Census workers hit the streets again after pause due to COVID-19

  • Response rates for the U.S. census in New Hampshire towns vary widely. Cities such as Concord are blank on this map. Ceneus BureauCourtesy

Monitor staff
Published: 6/4/2020 11:38:44 AM

The Census Bureau will be handing out questionnaires for the once-every-10-years event this week as it makes up for time lost due to the coronavirus epidemic.

The Census Bureau began hand-delivering census materials on March 15, but suspended all fieldwork for this operation on March 18 due to COVID-19. This week, census workers will begin to drop off questionnaires at households that did not get a mailed questionnaire.

There are about 65,000 such households in the state, roughly 10% of all households, usually in rural areas with seasonal housing or PO boxes. They are most common in the northern counties of Grafton, Carrol, and Coos.

Temporary field staff will update addresses with GPS coordinates when leaving packets, the bureau said. They will not knock on doors or initiate face-to-face contact.

As of this week, according to the Census Breua database, 64.7% of Merrimack County households have returned the questionnaire, and 67.7% of households in the city of Concord have done so. Locally, Bow has among the highest rates in the state: 80.9%.

The questionnaire is much shorter than in past years, asking only basic information about who was living in the home on April 1. Information sought in some past census, such as type of housing, income and employment, are now gathered continuously by the American Community Survey.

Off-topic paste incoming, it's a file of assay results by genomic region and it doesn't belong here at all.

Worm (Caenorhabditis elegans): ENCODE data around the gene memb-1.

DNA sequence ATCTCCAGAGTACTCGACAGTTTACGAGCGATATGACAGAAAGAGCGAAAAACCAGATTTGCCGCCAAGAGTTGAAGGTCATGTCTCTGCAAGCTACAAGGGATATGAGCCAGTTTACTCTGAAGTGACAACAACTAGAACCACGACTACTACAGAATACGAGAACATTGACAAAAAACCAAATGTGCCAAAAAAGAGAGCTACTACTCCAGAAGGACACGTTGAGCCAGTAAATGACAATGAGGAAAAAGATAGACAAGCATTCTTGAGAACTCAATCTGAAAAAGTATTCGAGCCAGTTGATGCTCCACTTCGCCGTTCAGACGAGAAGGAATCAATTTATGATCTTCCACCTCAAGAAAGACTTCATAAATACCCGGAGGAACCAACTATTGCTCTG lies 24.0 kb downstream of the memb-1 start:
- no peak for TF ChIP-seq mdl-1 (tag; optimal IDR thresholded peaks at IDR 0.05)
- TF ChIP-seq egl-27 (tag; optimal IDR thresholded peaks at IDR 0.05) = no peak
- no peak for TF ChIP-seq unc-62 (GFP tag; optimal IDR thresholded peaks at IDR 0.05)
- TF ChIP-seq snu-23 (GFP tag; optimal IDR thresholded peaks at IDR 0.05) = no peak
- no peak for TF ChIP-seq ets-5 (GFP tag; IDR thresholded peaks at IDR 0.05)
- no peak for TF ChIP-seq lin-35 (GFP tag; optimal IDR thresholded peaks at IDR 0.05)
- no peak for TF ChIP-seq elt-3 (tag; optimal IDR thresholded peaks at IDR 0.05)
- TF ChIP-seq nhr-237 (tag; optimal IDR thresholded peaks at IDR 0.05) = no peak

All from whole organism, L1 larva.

Data from the census is used to parcel out federal spending and to figure out representation in Congress.

For more information, check 2020census.gov.

(David Brooks can be reached at 369-3313 or dbrooks@cmonitor.com or on Twitter @GraniteGeek.)

David Brooks bio photo

David Brooks is a reporter and the writer of the sci/tech column Granite Geek and blog granitegeek.org, as well as moderator of Science Cafe Concord events. After obtaining a bachelor’s degree in mathematics he became a newspaperman, working in Virginia and Tennessee before spending 28 years at the Nashua Telegraph . He joined the Monitor in 2015.

Stay informed with our free email updates
Concord Monitor Daily Headlines
Concord Monitor Breaking News
Concord Monitor Dining & Entertainment
Concord Monitor Report For America Education
Concord Monitor Report For America Health
Concord Monitor Real Estate
Concord Monitor Sports
Concord Monitor Suncook Valley
Concord Monitor Contests & Promotions
Concord Monitor Weekly Most Popular
Concord Monitor Granite Geek
Concord Monitor Monitor Marquee
Concord Monitor Hopkinton
Concord Monitor Politics
Concord Monitor MY CONCORD
Concord Monitor Franklin

Concord Monitor Office

1 Monitor Drive
Concord,NH 03301


© 2021 Concord Monitor
Terms & Conditions - Privacy Policy

Customer Service

Social Media


View All Sections

Part of the Newspapers of New England Family